Thankfully several precedents exist about tackling insolvency driven illiquidity in banking. The earliest example is from 1988 when Mellon Bank split itself into a “good” bank and a “bad” bank where the good bank held its valuable assets while the bad bank held assets whose quality was in doubt. Existing shareholders were issued new shares in both the banks and new debt was issued to support the bad bank separate from the good bank. This experiment was successful with creditors of the bad bank recovering their debt in full and initial investors in the bad bank accruing handsome returns as the value of “doubtful assets” recovered with time. A similar model was employed very successfully by Swedish regulators during the Swedish financial crisis of 1992. Ben Bernanke was also a vocal proponent of this model during the financial crisis of 2008-2009 as were prominent macroeconomists Paul Krugman and Brad DeLong. During the same period, Irish regulators used it successfully to repair their banking system as well. A somewhat similar scheme was employed in India to tackle the UTI crisis in 2002 when Indian regulators warehoused the guaranteed returns scheme, US 64, in SUUTI to insulate the mutual fund business of UTI from being dragged down by the guaranteed returns commitment of US 64 units.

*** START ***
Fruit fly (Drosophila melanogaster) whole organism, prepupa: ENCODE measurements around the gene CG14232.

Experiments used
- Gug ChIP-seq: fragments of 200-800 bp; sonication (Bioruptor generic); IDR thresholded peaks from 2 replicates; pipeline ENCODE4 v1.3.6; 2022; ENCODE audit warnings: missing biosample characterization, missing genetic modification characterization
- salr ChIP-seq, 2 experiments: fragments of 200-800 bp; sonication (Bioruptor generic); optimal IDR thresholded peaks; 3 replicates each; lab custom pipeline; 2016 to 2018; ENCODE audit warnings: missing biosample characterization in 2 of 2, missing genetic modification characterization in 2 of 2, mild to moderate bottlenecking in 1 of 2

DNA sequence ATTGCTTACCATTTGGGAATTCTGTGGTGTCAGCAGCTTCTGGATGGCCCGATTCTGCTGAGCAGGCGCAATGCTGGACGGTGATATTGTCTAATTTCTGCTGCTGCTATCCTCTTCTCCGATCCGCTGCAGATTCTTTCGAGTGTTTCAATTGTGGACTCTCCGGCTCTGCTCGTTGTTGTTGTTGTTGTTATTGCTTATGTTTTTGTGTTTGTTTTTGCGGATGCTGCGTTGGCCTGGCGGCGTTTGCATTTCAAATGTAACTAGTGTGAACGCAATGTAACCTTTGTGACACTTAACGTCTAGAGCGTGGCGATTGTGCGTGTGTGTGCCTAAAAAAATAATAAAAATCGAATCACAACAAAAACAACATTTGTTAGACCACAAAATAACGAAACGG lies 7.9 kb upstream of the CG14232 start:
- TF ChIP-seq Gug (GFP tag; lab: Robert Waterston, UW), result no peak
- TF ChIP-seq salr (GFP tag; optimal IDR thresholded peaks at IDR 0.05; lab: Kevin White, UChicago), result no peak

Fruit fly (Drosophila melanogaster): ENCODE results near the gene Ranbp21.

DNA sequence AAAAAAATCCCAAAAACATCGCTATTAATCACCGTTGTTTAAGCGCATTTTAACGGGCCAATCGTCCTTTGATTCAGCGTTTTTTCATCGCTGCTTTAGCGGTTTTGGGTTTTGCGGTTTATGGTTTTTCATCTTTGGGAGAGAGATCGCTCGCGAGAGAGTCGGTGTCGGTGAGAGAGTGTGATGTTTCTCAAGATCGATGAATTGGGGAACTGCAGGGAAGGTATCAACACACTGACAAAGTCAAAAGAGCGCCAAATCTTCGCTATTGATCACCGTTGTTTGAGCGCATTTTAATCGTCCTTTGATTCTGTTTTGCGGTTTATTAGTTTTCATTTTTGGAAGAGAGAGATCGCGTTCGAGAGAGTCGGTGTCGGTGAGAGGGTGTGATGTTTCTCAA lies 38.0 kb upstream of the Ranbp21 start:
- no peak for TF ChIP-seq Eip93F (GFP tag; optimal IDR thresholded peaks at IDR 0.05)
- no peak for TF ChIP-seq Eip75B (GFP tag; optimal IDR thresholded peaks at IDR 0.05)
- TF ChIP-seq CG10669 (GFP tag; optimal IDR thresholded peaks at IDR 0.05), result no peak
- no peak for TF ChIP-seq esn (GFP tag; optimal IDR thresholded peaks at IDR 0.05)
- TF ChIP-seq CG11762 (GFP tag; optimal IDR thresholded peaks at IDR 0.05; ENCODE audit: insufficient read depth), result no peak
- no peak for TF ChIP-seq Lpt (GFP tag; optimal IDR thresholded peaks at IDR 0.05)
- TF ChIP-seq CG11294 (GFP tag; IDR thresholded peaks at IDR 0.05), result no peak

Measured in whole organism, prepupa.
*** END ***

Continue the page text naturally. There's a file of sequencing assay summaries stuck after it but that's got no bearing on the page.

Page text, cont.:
There are several other examples of this model being used successfully to tackle insolvency driven liquidity crises. A key advantage of this model is that it is organic and market driven instead of being interventionist and loaded with “bail out” risk as the proposed liability side measures of NBFC rescue are. The doubtful assets are transferred to the bad bank at market value and are managed by specialists who have a mandate to maximise their recovery value for creditors. This has the dual effect of disinfecting balance sheets of all institutions by exposing them to the sunlight scrutiny of the market and completely removing any sort of ambiguity about asset quality thereby leading to a resuscitation of credit to the good banks and the overall economy.


Indian NBFCs are a critical conduit in the flow of credit to the real economy. They have increasingly played a stellar role in funding home/auto purchases and discretionary expenditure, all of which lie at the core of the economy and its growth. If some of these pipelines of credit (which is what shadow banks are) are rotten, the optimal solution is to separate them from those that are sound. Pumping more liquidity through liability side measures will only lead to a greater leakage and compound the shadow banking problem instead of allowing market forces to resolve it. Warren Buffet says that using short term financing for long term projects is like depending on the kindness of strangers. Since Indian NBFCs remain at the mercy of strangers in the short term, the RBI should focus on isolating bad assets and restoring the markets’ kindness to beleaguered but sound NBFCs instead of becoming a kind but naive stranger by allowing all of them to access liquidity unconditionally.

/>  The author is a “probabilist” who researches and writes on behavioral finance and economics